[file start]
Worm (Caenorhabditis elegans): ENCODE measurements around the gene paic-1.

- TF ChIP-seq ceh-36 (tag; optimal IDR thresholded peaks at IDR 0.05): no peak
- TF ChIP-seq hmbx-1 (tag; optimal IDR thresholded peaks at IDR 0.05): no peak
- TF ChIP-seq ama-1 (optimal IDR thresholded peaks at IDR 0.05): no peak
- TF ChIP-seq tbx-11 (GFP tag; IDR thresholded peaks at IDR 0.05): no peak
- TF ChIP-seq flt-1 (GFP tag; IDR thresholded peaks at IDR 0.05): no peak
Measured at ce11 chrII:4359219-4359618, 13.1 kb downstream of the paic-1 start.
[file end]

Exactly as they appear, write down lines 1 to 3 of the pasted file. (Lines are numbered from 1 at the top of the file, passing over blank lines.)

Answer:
Worm (Caenorhabditis elegans): ENCODE measurements around the gene paic-1.

- TF ChIP-seq ceh-36 (tag; optimal IDR thresholded peaks at IDR 0.05): no peak
- TF ChIP-seq hmbx-1 (tag; optimal IDR thresholded peaks at IDR 0.05): no peak